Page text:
(Z To A is an ongoing series: cumulative reviews of my DVD collection in reverse alphabetical order.)
Plot Synopsis: A bright-eyed young actress travels to Hollywood, only to be ensnared in a dark conspiracy involving a woman who was nearly murdered, and now has amnesia because of a car crash. Eventually, both women are pulled into a psychotic illusion involving a dangerous blue box, a director named Adam Kesher, and the mysterious night club Silencio.
– From IMDB page
(Spoilers Ahead- but believe me, you’ll still be confused)
I’m pretty sure I’m the only person I know who can explain Mulholland Dr. to people. Of course, I’m referring to what happens in it, not what it actually means.
That’s part of what I admire about it, that David Lynch created something where viewers have to assert themselves. He presents images and ideas, but it’s up to you to decide how they come together or if you want to try in the first place. I’ve met plenty of people who say, “I hate that fucking movie.” They have no idea what happened in it. I tell them, “Really? Try Inland Empire.”
For the most part this film is dream imagery: disarming, foreboding, unsettling, disturbing and occasionally quite funny. Scenes play out (or perhaps not), frightening or unnerving us because of their unpredictable nature. After all, that’s how dreams often work, skipping around and following their own absurd logic.
But keep in mind- this is a David Lynch film. If it’s a dream he’s creating, it’s going to look something like this:
(Note: I would include a GIF of the man behind Winkie’s as well, but truth is it still freaks me out. I hate looking at it.)
There are scores of theories about what these images, interactions- even the tiniest details- could mean. You can find many of them on Lost On Mulholland Dr., a fan-generated site about the film. There are also clues provided by Lynch himself, included with the DVD upon purchase, and this amazing breakdown at Salon, circa 2001.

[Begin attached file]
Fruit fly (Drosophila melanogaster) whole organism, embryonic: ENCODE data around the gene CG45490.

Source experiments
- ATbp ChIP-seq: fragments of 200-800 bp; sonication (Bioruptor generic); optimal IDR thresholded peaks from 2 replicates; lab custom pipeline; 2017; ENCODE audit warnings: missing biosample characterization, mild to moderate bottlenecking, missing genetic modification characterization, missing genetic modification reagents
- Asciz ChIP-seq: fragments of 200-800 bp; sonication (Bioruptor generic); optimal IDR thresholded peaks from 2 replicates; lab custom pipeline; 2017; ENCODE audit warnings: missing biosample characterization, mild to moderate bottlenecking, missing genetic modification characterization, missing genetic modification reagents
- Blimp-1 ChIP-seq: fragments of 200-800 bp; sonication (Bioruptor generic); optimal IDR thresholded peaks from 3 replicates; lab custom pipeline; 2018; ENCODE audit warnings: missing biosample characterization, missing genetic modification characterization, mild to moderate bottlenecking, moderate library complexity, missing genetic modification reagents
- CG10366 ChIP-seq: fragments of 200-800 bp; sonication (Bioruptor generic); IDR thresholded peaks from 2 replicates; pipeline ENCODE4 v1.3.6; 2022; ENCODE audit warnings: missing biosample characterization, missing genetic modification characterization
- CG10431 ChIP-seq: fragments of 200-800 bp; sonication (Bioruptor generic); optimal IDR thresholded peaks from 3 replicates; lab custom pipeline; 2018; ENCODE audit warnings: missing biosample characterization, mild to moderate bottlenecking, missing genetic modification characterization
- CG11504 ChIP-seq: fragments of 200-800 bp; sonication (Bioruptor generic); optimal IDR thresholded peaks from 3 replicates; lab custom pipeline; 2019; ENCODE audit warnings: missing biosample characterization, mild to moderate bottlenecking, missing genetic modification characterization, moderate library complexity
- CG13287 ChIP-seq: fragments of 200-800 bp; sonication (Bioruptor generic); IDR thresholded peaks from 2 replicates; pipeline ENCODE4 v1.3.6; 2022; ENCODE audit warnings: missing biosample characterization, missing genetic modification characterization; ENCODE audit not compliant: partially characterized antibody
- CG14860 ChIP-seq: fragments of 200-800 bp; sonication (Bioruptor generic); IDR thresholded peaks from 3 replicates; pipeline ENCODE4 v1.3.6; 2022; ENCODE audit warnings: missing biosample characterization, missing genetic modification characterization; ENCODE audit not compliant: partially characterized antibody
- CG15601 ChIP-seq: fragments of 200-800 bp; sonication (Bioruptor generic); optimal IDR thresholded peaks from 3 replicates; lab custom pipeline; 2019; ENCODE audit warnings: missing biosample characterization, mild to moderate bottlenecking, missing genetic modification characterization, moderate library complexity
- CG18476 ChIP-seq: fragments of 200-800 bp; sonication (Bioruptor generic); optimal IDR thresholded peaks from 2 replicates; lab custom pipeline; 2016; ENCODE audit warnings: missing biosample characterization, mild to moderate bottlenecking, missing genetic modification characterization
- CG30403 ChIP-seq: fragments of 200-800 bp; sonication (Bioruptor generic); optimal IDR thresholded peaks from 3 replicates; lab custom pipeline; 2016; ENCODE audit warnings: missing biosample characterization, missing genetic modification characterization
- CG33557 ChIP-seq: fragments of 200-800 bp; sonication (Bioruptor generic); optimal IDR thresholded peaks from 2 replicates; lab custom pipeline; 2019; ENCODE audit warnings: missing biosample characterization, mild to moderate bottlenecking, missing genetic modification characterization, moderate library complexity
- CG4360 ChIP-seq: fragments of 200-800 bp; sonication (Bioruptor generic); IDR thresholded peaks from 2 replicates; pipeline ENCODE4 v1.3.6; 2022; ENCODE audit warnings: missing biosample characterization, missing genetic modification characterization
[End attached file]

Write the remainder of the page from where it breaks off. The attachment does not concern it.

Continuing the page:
Are these theories helpful? Somewhat. Mulholland Dr. is a labyrinth of ambiguity and dead ends, but in my case I remain completely engaged the whole time. I’m not sure why, but I’m leaning toward this theory: there’s a playfulness and shock in the scenes that keep me mesmerized.
I mean, this film is the only thing Billy Ray Cyrus has done that I respect. That alone makes it a complete anomaly.
No, Billy Ray Cyrus. I will never forget. NEVER FORGET.
There’s also something about the relationship between Betty (Naomi Watts) and Rita (Laura Harring) that gets to me. It’s a love story, as simple as it gets, but ultimately doomed. It can’t be protected from the outside world- namely Diane Selwyn’s waking life (Selwyn is also played by Watts, in a dual role). The fact that these women are so kind to one another, so unabashedly moral and child-like, makes their storyline absolutely tragic. Their love and loss is hard to fathom and has stayed with me, as well as other viewers, critics and the actors involved.
The way Lynch introduces that loss is quite a sucker punch. The scene at Club Silencio is the centerpiece of the film, which not only addresses the narrative but the nature of film itself. The proclamation “No hay banda!” (“There is no band!”) tells us that everything we’re watching is an illusion. The effect it has on the characters- and by proxy, the audience- is unlike anything I’ve seen before or since.
When it comes to being “meta,” Mulholland Dr. is without peer. It’s the strangest way I’ve seen a director tell an audience: “YOU ARE WATCHING A MOVIE.”